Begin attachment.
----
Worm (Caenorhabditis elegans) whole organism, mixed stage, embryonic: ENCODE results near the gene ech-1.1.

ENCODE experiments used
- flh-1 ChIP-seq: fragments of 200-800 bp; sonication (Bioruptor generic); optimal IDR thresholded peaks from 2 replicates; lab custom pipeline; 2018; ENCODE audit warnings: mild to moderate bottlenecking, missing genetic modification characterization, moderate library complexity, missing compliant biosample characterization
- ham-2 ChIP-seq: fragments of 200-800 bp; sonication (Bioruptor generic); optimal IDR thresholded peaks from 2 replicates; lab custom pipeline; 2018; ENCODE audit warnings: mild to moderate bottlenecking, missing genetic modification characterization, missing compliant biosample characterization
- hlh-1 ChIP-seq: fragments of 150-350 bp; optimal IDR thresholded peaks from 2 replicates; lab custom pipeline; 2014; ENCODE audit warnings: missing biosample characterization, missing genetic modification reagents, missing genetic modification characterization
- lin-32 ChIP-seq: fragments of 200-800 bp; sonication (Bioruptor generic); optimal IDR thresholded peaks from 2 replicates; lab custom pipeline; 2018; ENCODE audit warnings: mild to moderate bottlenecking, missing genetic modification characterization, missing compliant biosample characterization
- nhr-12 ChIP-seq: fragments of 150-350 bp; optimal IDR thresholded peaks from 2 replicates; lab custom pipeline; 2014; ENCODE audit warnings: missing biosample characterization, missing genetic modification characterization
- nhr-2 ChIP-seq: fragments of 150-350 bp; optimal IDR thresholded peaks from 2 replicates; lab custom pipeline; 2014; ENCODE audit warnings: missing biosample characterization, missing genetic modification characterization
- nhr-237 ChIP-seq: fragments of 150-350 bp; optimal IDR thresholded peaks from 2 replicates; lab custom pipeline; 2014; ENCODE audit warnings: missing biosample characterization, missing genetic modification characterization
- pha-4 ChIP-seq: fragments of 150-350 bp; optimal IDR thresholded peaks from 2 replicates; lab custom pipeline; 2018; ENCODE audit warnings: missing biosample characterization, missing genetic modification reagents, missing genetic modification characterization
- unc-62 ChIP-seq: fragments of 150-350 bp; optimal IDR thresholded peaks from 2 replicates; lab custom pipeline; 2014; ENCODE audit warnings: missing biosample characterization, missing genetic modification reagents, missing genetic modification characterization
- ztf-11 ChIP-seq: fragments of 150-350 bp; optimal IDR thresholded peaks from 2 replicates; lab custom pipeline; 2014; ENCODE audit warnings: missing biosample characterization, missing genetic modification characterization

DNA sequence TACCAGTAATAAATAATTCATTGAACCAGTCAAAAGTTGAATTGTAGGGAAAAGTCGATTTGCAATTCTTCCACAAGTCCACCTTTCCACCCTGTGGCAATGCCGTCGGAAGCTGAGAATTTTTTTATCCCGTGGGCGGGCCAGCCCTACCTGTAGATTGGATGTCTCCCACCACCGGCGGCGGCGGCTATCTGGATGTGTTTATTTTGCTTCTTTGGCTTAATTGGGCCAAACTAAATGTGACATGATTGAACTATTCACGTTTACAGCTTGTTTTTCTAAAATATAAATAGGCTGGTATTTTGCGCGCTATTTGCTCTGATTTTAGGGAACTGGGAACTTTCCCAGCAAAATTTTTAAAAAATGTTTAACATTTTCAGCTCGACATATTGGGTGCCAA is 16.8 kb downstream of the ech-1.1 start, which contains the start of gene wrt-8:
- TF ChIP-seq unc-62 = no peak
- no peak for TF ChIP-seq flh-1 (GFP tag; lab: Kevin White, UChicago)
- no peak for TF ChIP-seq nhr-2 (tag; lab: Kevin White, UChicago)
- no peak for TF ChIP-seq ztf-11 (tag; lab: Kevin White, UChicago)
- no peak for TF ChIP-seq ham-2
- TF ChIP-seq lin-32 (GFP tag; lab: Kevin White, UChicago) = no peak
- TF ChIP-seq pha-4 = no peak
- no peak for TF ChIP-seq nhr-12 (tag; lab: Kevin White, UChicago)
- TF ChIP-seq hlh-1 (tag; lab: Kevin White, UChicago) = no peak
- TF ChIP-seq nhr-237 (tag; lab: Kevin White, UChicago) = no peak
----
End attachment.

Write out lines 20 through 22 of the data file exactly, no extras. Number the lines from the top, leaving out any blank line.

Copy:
- TF ChIP-seq pha-4 = no peak
- no peak for TF ChIP-seq nhr-12 (tag; lab: Kevin White, UChicago)
- TF ChIP-seq hlh-1 (tag; lab: Kevin White, UChicago) = no peak